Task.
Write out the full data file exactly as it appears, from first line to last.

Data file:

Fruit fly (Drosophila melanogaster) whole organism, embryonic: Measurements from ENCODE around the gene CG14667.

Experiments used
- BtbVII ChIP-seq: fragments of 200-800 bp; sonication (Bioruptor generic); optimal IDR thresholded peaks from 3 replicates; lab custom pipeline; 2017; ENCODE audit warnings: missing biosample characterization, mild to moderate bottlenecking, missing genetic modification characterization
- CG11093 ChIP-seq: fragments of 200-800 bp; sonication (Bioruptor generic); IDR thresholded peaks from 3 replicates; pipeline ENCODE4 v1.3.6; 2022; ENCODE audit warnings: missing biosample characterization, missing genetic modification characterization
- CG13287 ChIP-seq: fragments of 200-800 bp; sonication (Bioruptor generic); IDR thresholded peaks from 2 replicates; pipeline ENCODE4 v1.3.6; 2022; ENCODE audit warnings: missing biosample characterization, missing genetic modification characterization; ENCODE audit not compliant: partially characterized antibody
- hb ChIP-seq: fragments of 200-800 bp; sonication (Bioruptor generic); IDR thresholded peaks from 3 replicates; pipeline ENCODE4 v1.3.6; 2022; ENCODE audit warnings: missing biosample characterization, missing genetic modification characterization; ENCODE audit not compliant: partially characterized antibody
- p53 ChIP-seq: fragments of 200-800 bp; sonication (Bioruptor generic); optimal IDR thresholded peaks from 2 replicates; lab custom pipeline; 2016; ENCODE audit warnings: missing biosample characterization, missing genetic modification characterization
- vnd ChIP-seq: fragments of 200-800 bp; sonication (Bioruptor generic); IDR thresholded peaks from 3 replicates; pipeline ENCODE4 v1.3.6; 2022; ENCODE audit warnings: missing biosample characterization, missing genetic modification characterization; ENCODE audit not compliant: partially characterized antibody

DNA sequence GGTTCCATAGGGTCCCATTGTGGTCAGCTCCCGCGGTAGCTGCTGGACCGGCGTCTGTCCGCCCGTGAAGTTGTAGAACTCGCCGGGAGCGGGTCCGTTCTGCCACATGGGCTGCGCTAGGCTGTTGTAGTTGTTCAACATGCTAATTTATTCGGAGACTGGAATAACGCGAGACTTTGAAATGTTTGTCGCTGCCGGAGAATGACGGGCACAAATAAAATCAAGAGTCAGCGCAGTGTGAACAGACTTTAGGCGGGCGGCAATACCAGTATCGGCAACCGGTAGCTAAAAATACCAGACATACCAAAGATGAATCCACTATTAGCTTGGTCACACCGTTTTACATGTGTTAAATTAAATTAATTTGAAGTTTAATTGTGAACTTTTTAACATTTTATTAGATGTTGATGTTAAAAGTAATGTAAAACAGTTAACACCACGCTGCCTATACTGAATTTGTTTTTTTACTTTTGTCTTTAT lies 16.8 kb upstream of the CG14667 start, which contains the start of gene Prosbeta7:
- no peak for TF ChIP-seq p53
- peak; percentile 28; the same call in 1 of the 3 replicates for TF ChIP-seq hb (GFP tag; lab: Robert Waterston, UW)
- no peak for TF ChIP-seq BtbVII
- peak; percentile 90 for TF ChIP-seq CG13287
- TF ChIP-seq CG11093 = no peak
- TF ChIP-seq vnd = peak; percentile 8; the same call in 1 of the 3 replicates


Fruit fly (Drosophila melanogaster) whole organism, embryonic: Measurements from ENCODE around the gene CG14667.

Experiments used
- BtbVII ChIP-seq: fragments of 200-800 bp; sonication (Bioruptor generic); optimal IDR thresholded peaks from 3 replicates; lab custom pipeline; 2017; ENCODE audit warnings: missing biosample characterization, mild to moderate bottlenecking, missing genetic modification characterization
- CG11093 ChIP-seq: fragments of 200-800 bp; sonication (Bioruptor generic); IDR thresholded peaks from 3 replicates; pipeline ENCODE4 v1.3.6; 2022; ENCODE audit warnings: missing biosample characterization, missing genetic modification characterization
- CG13287 ChIP-seq: fragments of 200-800 bp; sonication (Bioruptor generic); IDR thresholded peaks from 2 replicates; pipeline ENCODE4 v1.3.6; 2022; ENCODE audit warnings: missing biosample characterization, missing genetic modification characterization; ENCODE audit not compliant: partially characterized antibody
- hb ChIP-seq: fragments of 200-800 bp; sonication (Bioruptor generic); IDR thresholded peaks from 3 replicates; pipeline ENCODE4 v1.3.6; 2022; ENCODE audit warnings: missing biosample characterization, missing genetic modification characterization; ENCODE audit not compliant: partially characterized antibody
- p53 ChIP-seq: fragments of 200-800 bp; sonication (Bioruptor generic); optimal IDR thresholded peaks from 2 replicates; lab custom pipeline; 2016; ENCODE audit warnings: missing biosample characterization, missing genetic modification characterization
- vnd ChIP-seq: fragments of 200-800 bp; sonication (Bioruptor generic); IDR thresholded peaks from 3 replicates; pipeline ENCODE4 v1.3.6; 2022; ENCODE audit warnings: missing biosample characterization, missing genetic modification characterization; ENCODE audit not compliant: partially characterized antibody

DNA sequence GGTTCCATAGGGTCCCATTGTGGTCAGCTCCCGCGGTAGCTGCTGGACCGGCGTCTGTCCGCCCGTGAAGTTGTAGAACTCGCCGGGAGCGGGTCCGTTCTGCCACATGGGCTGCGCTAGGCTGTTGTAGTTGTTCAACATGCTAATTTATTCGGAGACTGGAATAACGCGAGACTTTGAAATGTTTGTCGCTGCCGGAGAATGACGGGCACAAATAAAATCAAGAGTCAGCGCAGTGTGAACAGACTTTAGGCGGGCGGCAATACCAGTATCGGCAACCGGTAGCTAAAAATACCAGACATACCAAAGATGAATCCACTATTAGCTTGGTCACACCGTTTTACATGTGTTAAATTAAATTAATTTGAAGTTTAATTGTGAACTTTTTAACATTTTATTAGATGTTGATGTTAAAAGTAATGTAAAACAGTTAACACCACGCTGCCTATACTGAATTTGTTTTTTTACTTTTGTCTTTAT lies 16.8 kb upstream of the CG14667 start, which contains the start of gene Prosbeta7:
- no peak for TF ChIP-seq p53
- peak; percentile 28; the same call in 1 of the 3 replicates for TF ChIP-seq hb (GFP tag; lab: Robert Waterston, UW)
- no peak for TF ChIP-seq BtbVII
- peak; percentile 90 for TF ChIP-seq CG13287
- TF ChIP-seq CG11093 = no peak
- TF ChIP-seq vnd = peak; percentile 8; the same call in 1 of the 3 replicates